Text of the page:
A proposed scheme to heat the swimming pool at Abbey Stadium in Worcestershire with energy from nearby Redditch Crematorium has been backed by a senior Government minister.
Critics had attacked the plan to use waste heat from Redditch Crematorium to help warm the water at the pool in the town's Abbey Stadium leisure centre.
But Sir George Young, the leader of the Commons, said he would “die a happier man” if he knew heat from his cremation was warming the waters of a local pool.
He was asked for his thoughts on the scheme by Karen Lumley (Con), the MP for Redditch.
Speaking in the House of Commons, she said: “I attended the opening of a new swimming pool and leisure centre in Redditch that is partly heated by the local crematorium – an innovative scheme that is saving the taxpayer £14,500 a year by not putting heat out into the atmosphere.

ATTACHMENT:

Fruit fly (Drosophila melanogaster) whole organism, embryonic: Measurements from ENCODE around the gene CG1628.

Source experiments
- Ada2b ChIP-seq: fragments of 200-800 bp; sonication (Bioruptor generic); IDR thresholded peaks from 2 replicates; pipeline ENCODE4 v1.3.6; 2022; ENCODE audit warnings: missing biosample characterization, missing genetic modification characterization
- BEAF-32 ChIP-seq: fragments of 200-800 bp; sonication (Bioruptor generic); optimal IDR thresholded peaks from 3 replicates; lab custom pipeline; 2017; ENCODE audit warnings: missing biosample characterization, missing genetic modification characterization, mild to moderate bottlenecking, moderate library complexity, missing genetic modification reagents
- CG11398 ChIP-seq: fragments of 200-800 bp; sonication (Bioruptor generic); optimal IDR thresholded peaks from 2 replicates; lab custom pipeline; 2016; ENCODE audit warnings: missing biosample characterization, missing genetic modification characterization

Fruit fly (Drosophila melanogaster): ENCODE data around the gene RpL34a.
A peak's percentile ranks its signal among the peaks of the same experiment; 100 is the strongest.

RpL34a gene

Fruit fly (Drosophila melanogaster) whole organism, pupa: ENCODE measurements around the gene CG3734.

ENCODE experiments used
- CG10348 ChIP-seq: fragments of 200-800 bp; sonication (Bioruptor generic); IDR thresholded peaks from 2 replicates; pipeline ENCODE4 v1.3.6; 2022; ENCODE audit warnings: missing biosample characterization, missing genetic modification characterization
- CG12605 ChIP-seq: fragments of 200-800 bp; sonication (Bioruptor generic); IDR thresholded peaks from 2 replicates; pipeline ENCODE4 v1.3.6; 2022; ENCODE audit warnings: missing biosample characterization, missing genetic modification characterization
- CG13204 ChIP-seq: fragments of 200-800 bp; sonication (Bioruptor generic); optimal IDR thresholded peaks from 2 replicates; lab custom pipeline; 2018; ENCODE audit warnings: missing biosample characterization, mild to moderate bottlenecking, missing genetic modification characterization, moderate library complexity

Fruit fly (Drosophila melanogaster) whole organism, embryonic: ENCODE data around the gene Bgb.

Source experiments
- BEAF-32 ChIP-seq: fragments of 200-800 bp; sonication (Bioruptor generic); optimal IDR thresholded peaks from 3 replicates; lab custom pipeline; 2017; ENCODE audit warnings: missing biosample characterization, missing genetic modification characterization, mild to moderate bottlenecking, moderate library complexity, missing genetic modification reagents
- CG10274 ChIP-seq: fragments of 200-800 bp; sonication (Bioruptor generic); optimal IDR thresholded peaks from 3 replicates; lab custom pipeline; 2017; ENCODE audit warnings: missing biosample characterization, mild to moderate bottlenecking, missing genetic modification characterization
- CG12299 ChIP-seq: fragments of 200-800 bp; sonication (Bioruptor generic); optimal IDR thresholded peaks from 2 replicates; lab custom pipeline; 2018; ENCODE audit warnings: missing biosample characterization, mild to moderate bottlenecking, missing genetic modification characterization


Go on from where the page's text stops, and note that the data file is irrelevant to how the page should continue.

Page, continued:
“Will the Leader of the House congratulate Redditch Borough Council on this innovative scheme and find time for a debate when we can discuss how other groundbreaking schemes can be used across the country?
Sir George told her: “I will die a happier man if the heat generated by my cremation can increase the temperature of any nearby swimming pool.
“The Government is aware of the scheme. The Department of Energy and Climate Change will shortly publish its heat strategy, which will explore the potential for better recovery and reuse of wasted heat, using such schemes.
“I pay tribute to the groundbreaking scheme in her constituency.”
The unusual heating system was drawn up by Redditch Borough Council – and saved taxpayers £100,000 by avoiding the need to buy new heating equipment for the pool.
But trade union Unison campaigned against the project, calling it “an insult to local residents”.
According to the council, the scheme will allow it to save a massive £466,000 over the next 25 years. It will also reduce the council’s entire carbon footprint by four per cent per year.
A similar process in Sweden is used to warm people’s homes.